“For they might be parted for hundreds of years, she and Peter; she never wrote a letter and his were dry as sticks; but suddenly it would come over her, If he were with me now what would he say?”
I put down Mrs. Dalloway and blew my nose.
My first boyfriend Josh reminded me of Peter Walsh, Mrs. Dalloway’s childhood sweetheart. There's something about the way Mrs. Dalloway never forgets “his eyes, his pocket-knife, his smile, his grumpiness and, when millions of things had utterly vanished – how strange it was! – a few sayings” that was all too familiar. Had Josh been a British gentleman, like Peter, he might have headed to India for the empire's last hurrah. They were eccentrics who loved their travels, sword collections and foreign women. Their larger than life personalities splashed into conversations at parties, made outrageous claims, got everyone riled up, started fights, and then, at the height of it all, slipped out the back door.
Years ago, when I was reading Mrs. Dalloway for the first time, I told Josh that he reminded me of Peter. He eagerly began reading it. But the depiction left him incensed. “You're mean. Is this your way of saying we're not going to end up together?”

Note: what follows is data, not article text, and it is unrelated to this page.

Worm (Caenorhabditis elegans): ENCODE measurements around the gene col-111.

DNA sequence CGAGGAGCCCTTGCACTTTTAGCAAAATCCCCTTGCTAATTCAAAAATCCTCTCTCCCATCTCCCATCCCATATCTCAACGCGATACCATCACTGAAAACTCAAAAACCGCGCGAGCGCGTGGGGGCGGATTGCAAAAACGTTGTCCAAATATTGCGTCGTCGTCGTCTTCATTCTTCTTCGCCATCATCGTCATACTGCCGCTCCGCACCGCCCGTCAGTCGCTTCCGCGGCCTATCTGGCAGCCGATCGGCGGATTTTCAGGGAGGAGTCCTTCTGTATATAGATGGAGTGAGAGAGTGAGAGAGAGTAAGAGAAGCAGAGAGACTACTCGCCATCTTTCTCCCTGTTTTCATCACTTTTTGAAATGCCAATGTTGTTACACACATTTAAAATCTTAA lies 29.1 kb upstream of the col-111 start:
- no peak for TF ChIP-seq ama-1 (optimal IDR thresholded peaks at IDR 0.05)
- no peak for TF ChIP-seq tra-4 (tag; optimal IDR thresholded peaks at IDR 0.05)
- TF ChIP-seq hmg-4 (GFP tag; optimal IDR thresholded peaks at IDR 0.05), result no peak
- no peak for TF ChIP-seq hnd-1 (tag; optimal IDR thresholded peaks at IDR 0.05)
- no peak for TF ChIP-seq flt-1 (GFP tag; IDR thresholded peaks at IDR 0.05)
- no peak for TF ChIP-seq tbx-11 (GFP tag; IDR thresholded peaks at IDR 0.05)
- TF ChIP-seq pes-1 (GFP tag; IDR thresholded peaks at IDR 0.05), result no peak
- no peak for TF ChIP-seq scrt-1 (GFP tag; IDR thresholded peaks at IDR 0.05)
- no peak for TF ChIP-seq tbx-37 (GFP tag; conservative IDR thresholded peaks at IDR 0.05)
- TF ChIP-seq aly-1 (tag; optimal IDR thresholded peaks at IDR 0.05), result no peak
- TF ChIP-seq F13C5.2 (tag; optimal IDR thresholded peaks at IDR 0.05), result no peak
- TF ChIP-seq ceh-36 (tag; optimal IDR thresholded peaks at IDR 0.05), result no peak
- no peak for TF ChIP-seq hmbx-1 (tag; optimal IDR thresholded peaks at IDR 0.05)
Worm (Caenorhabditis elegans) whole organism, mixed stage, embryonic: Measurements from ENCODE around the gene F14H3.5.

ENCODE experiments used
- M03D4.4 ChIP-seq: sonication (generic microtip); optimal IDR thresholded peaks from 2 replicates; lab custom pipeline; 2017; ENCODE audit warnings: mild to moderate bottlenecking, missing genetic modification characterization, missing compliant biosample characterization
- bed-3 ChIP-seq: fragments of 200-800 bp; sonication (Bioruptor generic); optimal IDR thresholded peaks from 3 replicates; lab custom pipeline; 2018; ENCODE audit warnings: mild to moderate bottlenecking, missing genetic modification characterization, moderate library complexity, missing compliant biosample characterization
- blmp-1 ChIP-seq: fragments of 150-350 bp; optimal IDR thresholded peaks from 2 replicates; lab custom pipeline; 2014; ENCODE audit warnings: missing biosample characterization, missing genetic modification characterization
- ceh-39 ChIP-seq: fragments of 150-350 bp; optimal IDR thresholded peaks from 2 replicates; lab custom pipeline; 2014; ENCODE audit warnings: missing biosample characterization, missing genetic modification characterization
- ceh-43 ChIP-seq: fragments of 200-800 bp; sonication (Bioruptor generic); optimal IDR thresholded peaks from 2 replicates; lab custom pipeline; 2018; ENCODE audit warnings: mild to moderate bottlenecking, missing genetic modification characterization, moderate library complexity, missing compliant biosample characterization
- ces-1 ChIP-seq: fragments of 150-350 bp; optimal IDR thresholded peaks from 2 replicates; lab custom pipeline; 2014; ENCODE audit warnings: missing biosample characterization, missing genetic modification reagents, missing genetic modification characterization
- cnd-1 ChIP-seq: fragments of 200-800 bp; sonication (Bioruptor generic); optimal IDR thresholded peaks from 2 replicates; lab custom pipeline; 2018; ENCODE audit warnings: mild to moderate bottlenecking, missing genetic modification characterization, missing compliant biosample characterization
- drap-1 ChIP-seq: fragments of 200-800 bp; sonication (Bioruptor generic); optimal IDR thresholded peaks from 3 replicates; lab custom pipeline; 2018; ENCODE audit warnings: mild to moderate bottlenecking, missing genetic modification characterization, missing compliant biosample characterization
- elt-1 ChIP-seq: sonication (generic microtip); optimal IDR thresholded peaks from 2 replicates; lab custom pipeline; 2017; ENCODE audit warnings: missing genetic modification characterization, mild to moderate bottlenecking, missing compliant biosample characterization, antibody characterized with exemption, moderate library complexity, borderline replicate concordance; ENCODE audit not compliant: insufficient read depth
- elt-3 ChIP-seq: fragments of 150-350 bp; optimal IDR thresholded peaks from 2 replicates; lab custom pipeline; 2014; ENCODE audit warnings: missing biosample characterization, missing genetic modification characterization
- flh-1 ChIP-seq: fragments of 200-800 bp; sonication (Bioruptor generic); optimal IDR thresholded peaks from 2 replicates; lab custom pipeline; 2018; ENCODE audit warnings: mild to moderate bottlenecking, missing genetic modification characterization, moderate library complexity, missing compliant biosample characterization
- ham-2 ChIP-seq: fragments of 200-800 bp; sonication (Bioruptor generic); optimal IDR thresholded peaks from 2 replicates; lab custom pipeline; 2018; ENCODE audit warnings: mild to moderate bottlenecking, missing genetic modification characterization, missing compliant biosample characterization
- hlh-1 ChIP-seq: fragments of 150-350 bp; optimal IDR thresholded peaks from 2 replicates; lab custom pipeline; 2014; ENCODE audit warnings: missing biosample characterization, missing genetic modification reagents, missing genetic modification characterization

Although I'd shook his comment off with an ironic toss of the head, the feeling was darker than irony. I had been mean - meanness was a way of controlling that manic mouse scaling the walls of my stomach.
I had wanted him to leave me. At the time, I thought it was so I could be alone with my own thoughts. That fragile, self-contained world of dead authors waxing lyrical on god knows what.
Now I had all the time in the world to read my shelf full of books, but was there any reason to get out of my pajamas in the morning?
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